People ex rel. Scott v. Briceland
Citation: 7 ELR 20283
No. No. 48729, 359 N.E.2d 149/66 Ill. 2d 65, (Ill., 12/03/1976)
The Illinois Supreme Court affirms the trial court's decision holding that the Illinois Attorney General is the only state official with capacity to institute and prosecute enforcement actions before the Pollution Control Board. Section 4(e) of the Illinois Environmental Protection Act, Ill. Rev. Stat. 1975, ch. 111 1/2, § 1004(e), authorizes the Environmental Protection Agency (EPA) to prosecute proceedings before the Board. The Act also imposes enforcement duties upon the Attorney General but not at the administrative level.
This delegation must be construed in light of Ill. Const. 1970, art. V, § 15, which provides that the Attorney General shall be the legal officer of the state. In Fergus v. Russell, 270 Ill. 304, 110 N.E. 130 (1975), the court held that the 1870 Constitution, which contained similar language, made the Attorney General the only officer empowered to represent the state in any legal proceeding. Stripped of dictum, Fergus holds that the Attorney General is the sole officer who may conduct litigation in which the state is the real party in interest. Fergus has never been overruled and was the law at the time of the adoption of the 1970 Constitution.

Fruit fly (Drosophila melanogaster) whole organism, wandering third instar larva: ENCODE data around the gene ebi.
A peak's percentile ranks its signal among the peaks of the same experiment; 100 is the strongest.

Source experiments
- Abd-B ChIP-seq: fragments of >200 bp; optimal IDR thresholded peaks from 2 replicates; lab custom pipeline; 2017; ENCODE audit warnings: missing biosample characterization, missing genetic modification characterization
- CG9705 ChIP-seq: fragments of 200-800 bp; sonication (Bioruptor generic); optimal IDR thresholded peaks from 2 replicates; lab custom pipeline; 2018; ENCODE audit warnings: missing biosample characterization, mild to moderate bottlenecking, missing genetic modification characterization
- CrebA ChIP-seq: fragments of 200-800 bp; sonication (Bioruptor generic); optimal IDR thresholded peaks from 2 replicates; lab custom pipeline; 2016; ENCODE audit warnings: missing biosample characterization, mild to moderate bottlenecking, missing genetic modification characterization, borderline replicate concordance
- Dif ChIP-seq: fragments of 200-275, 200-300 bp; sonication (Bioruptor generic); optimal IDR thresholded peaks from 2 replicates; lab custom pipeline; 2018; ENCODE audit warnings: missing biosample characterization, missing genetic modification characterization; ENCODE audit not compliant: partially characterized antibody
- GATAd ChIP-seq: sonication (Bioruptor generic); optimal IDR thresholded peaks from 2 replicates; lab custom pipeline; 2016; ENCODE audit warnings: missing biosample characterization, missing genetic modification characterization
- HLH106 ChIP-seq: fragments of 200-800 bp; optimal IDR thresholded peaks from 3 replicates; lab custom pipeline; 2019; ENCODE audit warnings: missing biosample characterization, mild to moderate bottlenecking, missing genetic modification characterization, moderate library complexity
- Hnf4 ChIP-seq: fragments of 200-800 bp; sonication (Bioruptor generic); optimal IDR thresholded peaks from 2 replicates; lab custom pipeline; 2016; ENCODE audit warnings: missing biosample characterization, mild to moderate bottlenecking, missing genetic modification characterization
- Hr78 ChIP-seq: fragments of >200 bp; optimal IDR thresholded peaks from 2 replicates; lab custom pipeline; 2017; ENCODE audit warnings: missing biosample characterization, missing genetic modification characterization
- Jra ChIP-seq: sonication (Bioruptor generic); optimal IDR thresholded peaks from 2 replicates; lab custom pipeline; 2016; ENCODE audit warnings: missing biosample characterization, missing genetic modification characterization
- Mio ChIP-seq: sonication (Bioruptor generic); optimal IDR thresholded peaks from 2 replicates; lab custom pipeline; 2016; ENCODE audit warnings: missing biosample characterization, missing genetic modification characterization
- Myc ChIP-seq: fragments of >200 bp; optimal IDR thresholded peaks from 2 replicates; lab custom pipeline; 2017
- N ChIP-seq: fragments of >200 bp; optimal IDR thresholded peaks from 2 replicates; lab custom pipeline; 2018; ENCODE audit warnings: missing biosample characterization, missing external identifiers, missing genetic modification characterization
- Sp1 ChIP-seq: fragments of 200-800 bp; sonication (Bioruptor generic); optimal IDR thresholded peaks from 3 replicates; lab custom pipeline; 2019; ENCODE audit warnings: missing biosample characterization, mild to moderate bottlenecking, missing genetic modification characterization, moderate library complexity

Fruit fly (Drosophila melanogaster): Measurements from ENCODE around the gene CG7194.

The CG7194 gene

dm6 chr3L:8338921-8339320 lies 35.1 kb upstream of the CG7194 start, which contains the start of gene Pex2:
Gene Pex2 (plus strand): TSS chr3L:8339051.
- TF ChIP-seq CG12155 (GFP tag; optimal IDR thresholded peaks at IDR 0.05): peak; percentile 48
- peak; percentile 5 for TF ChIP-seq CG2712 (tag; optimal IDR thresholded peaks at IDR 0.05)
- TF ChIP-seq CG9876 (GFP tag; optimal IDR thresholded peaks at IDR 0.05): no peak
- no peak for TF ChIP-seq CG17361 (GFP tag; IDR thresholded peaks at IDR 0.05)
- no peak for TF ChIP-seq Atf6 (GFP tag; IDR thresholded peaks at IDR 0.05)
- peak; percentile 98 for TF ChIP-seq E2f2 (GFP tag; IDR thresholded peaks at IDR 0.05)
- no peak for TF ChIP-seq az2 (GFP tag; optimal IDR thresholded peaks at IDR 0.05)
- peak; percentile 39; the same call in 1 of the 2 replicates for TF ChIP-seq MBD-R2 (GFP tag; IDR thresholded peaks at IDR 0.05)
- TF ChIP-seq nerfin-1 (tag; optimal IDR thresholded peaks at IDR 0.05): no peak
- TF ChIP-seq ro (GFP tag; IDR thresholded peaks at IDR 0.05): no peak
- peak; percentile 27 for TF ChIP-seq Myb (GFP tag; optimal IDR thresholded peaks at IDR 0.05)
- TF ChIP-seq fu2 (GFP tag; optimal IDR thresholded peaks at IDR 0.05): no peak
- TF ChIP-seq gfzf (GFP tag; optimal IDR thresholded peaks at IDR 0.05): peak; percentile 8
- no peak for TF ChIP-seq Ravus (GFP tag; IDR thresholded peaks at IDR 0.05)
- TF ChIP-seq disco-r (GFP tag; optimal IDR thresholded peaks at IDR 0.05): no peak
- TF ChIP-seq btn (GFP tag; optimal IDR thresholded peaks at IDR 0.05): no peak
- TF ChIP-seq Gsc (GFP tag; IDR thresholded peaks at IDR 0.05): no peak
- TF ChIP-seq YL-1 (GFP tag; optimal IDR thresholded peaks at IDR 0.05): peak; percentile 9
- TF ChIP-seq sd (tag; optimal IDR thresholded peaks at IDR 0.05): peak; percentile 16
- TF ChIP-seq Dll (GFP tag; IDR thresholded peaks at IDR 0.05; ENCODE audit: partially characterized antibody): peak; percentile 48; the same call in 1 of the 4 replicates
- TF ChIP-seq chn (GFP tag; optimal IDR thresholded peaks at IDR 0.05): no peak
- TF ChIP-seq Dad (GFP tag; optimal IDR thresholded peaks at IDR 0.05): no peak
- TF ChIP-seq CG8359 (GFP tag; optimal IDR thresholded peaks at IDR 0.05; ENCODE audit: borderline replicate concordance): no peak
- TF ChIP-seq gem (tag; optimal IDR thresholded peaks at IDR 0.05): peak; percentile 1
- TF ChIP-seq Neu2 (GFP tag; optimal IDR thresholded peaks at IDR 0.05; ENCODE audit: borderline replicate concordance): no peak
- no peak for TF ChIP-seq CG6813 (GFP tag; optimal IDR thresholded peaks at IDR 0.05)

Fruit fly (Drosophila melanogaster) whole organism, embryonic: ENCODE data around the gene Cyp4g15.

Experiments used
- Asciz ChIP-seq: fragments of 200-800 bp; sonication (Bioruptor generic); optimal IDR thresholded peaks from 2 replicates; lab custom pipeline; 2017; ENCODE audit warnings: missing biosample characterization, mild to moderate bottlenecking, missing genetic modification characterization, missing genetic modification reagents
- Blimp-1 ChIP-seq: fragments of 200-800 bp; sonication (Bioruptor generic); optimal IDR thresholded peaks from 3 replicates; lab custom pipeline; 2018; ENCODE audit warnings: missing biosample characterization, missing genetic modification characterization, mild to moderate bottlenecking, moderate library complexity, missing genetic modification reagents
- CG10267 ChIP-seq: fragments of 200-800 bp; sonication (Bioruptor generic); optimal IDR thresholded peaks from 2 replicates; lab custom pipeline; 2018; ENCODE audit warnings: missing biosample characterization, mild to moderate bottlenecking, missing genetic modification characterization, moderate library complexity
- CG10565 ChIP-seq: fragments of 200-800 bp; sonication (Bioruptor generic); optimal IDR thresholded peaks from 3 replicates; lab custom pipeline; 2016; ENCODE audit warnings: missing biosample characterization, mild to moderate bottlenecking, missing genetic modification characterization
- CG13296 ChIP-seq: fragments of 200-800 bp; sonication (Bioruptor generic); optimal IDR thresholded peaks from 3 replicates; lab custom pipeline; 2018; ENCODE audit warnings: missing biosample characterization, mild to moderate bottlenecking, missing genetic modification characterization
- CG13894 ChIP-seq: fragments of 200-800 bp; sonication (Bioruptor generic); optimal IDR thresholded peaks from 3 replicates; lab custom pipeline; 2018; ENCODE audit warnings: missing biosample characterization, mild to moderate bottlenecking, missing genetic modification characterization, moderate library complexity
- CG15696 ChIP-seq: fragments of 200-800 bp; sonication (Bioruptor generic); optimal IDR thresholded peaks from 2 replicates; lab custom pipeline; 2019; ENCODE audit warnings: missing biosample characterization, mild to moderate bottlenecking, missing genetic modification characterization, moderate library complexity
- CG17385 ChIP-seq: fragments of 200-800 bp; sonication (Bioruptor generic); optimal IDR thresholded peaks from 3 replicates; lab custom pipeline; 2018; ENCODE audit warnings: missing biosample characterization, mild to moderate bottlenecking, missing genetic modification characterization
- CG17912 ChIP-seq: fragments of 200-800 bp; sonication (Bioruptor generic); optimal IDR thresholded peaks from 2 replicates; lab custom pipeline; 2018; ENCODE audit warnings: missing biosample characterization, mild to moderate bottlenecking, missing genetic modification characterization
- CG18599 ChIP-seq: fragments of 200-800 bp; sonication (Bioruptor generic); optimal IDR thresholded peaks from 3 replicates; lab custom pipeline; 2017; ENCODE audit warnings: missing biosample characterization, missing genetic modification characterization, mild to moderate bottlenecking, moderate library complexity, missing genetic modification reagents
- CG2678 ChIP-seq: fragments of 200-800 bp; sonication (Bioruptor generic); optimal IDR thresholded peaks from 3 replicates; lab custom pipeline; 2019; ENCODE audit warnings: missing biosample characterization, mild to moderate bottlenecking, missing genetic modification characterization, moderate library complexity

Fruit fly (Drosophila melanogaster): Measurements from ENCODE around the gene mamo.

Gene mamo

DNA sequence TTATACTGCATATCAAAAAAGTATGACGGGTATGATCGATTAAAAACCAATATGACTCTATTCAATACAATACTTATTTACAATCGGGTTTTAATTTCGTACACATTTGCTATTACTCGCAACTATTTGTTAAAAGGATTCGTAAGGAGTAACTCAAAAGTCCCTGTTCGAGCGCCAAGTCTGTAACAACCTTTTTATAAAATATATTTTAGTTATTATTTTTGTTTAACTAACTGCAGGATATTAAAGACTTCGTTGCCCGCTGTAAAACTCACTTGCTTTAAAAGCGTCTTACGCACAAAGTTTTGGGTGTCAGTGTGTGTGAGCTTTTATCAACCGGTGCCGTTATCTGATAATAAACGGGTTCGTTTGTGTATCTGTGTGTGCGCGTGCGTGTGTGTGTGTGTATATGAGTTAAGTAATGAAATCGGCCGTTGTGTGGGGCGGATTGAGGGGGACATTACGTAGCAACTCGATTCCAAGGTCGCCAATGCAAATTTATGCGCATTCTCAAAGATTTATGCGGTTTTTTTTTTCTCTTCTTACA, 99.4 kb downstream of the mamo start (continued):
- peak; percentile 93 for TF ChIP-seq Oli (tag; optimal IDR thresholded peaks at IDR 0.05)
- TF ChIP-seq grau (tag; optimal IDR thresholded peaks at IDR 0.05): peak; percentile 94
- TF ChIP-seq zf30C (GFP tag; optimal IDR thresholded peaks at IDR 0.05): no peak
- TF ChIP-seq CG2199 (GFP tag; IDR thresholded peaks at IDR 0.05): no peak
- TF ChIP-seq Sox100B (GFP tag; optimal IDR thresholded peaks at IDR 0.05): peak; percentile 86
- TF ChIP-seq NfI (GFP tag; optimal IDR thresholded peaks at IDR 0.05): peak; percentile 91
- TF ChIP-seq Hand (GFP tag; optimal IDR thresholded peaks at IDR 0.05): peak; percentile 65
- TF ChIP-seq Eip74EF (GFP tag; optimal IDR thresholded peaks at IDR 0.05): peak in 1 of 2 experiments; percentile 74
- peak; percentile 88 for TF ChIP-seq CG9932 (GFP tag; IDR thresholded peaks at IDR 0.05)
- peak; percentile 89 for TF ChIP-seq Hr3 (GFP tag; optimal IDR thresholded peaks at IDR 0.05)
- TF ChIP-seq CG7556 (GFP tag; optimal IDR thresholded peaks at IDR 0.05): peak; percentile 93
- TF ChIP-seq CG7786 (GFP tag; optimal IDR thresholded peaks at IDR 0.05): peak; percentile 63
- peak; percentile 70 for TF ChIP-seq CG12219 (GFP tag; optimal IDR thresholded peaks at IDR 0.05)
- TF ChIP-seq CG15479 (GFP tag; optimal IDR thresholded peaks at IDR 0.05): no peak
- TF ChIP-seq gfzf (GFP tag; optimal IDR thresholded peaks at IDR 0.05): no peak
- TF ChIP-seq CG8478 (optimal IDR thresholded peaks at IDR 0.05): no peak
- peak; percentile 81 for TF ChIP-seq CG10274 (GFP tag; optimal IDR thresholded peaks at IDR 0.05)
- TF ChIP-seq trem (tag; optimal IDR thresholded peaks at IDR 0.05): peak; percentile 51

The 1970 Constitution incorporated the Fergus decision's holding. An important element of constitutional interpretation is that the voters were informed of the import of the Attorney General provision. Wolfson v. Avery, 6 Ill.2d 78, 126 N.E.2d 701 (1955). The constitutional convention delegates debated and rejected possible changes in this provision.
EPA erroneously contends that Fergus is inapplicable to the present controversy. Fergus is applicable to administrative as well as court proceedings. Moreover, the constitutional provision, Ill. Const. art. XI, § 1, which provides for the "implementation and enforcement" of the public policy that all persons must maintain a healthful environment, is not broad enough to allow the legislature to diminish the Attorney General's power to represent the state in proceedings designed to enforce that policy. Therefore, § 4(e) is unconstitutional to the extent that it authorizes the institution and prosecution of proceedings before the Pollution Control Board by an officer other than the Attorney General.
In two subsidiary issues, the court decides that defendant EPA's officers are not personally liable for litigation expenses expended by EPA in the subject enforcement actions. People ex rel. Munson v. Bartels, 138 Ill. 322, 27 N.E. 1091 (1891); Lusietto v. Kingan, 107 Ill. App.2d 239, 246 N.E.2d 24 (1969). Also, the EPA was entitled to outside counsel in this case in which the Attorney General has an interest. Ill. Rev. Stat. 1975, ch. 14, § 6.
The full text of this opinion is available from ELR (10 pp. $1.25, ELR Order No. C-1109).
Counsel for Plaintiff
William J. Scott, Attorney General; Herbert Lee Caplan, Ass't Attorney General
500 S. 2d St., Springfield IL 62701
Counsel for Defendant
Thomas F. Londrigan
Londrigan & Porter
1227 South 7th St., Springfield IL 62705
[OPINION OMITTED BY PUBLISHER IN ORIGINAL SOURCE]